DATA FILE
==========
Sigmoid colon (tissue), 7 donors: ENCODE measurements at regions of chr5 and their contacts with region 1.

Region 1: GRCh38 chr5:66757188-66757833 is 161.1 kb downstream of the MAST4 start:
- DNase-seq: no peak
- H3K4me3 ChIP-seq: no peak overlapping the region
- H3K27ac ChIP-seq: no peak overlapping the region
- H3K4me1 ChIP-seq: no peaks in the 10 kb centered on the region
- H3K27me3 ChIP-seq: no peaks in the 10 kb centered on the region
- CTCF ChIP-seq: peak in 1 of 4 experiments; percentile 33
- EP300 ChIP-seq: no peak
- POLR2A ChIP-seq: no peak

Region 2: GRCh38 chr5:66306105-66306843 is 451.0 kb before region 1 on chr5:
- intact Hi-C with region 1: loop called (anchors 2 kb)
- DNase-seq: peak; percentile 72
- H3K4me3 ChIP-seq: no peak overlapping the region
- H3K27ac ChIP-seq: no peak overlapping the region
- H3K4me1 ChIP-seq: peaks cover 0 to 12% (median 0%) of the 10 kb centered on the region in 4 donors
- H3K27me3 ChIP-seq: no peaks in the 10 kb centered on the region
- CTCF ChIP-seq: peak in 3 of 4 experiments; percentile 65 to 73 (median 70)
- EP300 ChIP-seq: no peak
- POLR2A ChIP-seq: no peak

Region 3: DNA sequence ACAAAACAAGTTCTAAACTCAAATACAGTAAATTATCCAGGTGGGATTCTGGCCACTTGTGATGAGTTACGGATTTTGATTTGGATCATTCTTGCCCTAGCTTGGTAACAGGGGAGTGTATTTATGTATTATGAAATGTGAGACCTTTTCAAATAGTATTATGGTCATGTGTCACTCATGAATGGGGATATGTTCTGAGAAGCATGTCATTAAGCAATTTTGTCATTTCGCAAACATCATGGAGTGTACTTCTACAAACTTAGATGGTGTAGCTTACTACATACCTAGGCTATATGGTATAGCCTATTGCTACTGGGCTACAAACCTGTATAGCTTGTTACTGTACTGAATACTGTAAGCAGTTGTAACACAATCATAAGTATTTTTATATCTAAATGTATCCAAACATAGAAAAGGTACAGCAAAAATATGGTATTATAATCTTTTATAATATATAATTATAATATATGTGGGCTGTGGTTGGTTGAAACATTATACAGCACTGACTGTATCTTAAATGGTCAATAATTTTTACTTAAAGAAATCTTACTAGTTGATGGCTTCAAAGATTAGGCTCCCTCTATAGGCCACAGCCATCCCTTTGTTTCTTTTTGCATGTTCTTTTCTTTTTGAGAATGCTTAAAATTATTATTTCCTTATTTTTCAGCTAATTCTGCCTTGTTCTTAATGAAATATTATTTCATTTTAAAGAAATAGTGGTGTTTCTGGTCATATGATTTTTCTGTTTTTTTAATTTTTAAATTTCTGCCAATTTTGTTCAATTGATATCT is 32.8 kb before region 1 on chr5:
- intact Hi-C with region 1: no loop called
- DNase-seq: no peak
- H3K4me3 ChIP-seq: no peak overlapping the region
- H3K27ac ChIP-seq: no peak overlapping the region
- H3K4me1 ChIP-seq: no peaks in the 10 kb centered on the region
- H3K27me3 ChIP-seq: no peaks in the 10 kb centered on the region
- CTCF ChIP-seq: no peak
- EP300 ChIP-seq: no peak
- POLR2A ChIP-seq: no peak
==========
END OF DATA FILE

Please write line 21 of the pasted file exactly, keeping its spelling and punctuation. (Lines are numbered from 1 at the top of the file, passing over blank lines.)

Region 3: DNA sequence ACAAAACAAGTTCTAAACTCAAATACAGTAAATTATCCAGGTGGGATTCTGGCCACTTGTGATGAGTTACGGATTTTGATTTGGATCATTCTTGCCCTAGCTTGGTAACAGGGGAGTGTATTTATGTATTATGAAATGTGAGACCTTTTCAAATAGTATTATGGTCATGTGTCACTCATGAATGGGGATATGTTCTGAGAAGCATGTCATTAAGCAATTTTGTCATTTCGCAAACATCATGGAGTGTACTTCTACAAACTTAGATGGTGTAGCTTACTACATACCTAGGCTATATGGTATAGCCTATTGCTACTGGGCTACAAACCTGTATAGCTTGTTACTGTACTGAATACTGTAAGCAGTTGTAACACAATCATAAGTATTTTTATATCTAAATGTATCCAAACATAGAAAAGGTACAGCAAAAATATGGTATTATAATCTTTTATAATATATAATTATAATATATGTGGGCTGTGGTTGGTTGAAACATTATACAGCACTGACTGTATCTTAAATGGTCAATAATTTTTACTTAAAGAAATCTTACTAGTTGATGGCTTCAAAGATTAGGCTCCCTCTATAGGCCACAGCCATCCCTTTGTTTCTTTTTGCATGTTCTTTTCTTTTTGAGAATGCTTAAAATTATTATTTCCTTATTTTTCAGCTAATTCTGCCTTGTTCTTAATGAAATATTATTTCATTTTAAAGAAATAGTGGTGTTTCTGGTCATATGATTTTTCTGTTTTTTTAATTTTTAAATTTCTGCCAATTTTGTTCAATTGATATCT is 32.8 kb before region 1 on chr5: